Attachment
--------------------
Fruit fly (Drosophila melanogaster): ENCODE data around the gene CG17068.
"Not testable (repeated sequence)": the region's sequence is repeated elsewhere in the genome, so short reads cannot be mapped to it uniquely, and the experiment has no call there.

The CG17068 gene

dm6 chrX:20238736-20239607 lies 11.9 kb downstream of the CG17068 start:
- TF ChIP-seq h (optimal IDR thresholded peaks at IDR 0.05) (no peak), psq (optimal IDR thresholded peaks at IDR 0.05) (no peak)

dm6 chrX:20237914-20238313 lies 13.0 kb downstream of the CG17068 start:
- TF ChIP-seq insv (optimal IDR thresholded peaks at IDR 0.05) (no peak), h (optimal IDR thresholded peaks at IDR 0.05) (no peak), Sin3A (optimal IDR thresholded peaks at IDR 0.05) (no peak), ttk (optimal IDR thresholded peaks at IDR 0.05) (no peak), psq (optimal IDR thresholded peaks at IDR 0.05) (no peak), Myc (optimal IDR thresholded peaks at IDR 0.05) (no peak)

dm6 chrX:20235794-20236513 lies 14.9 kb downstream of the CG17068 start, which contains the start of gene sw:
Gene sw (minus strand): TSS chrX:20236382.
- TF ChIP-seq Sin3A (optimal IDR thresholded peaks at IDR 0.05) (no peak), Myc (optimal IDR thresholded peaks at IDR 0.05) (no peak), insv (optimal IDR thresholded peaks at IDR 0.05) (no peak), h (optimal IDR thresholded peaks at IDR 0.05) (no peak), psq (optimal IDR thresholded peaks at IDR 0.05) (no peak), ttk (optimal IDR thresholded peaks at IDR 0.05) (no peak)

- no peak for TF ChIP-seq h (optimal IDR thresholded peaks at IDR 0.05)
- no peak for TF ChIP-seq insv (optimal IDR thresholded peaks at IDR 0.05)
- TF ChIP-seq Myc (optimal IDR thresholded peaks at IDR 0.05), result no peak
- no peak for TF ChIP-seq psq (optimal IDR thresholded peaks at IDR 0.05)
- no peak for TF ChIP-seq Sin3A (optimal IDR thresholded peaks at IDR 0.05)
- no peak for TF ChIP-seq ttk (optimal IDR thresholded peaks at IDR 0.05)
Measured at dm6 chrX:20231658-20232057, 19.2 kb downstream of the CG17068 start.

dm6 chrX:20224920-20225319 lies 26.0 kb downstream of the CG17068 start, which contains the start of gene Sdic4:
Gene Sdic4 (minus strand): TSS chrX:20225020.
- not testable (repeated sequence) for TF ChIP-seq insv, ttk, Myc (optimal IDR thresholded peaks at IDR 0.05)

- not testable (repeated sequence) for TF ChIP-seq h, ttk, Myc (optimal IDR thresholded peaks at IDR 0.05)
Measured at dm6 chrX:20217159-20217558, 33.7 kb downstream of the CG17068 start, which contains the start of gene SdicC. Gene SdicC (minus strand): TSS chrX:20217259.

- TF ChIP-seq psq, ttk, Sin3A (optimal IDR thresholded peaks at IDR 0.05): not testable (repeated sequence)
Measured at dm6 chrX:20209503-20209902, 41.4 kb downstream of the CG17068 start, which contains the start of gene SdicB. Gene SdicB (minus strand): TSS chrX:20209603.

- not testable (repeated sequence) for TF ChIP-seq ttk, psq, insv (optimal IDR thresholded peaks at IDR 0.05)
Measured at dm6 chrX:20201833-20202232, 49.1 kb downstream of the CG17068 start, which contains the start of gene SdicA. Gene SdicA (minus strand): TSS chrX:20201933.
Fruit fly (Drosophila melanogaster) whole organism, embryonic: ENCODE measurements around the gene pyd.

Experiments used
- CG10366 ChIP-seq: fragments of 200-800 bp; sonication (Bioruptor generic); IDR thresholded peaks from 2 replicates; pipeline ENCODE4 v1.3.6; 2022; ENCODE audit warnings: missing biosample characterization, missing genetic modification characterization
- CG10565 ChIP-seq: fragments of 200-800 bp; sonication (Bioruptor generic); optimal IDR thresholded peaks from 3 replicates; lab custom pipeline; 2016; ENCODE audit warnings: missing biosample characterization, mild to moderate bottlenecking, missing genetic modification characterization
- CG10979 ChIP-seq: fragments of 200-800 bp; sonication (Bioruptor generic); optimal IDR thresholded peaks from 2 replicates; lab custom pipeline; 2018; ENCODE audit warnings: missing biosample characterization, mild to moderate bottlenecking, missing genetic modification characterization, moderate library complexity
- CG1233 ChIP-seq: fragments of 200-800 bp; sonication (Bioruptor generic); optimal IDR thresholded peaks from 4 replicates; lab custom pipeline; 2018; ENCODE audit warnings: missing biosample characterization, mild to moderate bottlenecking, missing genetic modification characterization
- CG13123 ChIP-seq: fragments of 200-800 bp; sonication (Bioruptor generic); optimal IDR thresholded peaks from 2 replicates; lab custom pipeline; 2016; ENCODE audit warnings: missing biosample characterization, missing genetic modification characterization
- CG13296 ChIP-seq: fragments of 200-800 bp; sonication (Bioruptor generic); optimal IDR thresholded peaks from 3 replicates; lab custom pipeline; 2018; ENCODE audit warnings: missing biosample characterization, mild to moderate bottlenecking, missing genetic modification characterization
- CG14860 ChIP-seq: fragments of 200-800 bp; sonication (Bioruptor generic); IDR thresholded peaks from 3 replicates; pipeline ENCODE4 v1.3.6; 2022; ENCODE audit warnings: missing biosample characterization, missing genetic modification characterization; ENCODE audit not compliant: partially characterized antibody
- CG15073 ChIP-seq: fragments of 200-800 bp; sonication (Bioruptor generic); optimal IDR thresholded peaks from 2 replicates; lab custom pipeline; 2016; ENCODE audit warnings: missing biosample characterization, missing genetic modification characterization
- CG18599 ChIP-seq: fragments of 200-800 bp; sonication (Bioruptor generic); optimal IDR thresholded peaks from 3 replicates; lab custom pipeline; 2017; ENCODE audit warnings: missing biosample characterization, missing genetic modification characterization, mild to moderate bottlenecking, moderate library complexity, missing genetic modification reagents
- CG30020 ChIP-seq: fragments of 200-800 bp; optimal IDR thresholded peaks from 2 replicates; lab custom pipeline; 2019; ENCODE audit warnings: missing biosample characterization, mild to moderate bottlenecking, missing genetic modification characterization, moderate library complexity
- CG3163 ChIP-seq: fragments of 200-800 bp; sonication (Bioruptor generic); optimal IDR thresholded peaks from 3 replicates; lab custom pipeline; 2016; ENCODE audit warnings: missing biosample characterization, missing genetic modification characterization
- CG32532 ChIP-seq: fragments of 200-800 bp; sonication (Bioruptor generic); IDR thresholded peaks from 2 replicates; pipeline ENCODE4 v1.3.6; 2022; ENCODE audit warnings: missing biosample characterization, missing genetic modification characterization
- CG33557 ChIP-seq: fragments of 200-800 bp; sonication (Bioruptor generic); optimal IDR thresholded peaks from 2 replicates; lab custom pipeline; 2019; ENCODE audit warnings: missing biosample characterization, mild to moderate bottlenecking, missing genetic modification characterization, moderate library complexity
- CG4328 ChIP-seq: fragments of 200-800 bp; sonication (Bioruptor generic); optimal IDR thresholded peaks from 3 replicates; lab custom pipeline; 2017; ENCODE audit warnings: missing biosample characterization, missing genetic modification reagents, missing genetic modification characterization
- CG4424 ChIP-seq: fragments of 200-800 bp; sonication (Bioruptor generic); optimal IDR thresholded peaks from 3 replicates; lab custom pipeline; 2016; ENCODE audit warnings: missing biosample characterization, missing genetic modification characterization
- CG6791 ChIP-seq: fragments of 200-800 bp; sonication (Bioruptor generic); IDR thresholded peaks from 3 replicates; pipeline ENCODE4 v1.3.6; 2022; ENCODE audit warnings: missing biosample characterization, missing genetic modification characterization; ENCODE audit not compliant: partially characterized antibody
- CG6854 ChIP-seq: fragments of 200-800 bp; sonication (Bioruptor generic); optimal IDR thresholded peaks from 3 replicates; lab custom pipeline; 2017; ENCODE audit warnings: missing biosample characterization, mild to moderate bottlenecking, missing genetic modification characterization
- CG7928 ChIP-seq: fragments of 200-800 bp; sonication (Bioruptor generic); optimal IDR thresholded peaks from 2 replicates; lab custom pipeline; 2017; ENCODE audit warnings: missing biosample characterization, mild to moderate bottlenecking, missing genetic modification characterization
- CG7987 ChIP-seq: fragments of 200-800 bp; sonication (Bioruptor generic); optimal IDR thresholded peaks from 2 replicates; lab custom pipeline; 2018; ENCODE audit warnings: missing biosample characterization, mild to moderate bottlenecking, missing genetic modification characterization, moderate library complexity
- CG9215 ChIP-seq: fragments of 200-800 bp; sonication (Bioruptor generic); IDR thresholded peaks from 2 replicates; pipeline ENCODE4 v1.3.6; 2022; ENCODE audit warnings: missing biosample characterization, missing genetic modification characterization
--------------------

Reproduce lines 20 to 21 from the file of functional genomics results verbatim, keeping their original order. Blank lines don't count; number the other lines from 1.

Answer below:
- not testable (repeated sequence) for TF ChIP-seq insv, ttk, Myc (optimal IDR thresholded peaks at IDR 0.05)

- not testable (repeated sequence) for TF ChIP-seq h, ttk, Myc (optimal IDR thresholded peaks at IDR 0.05)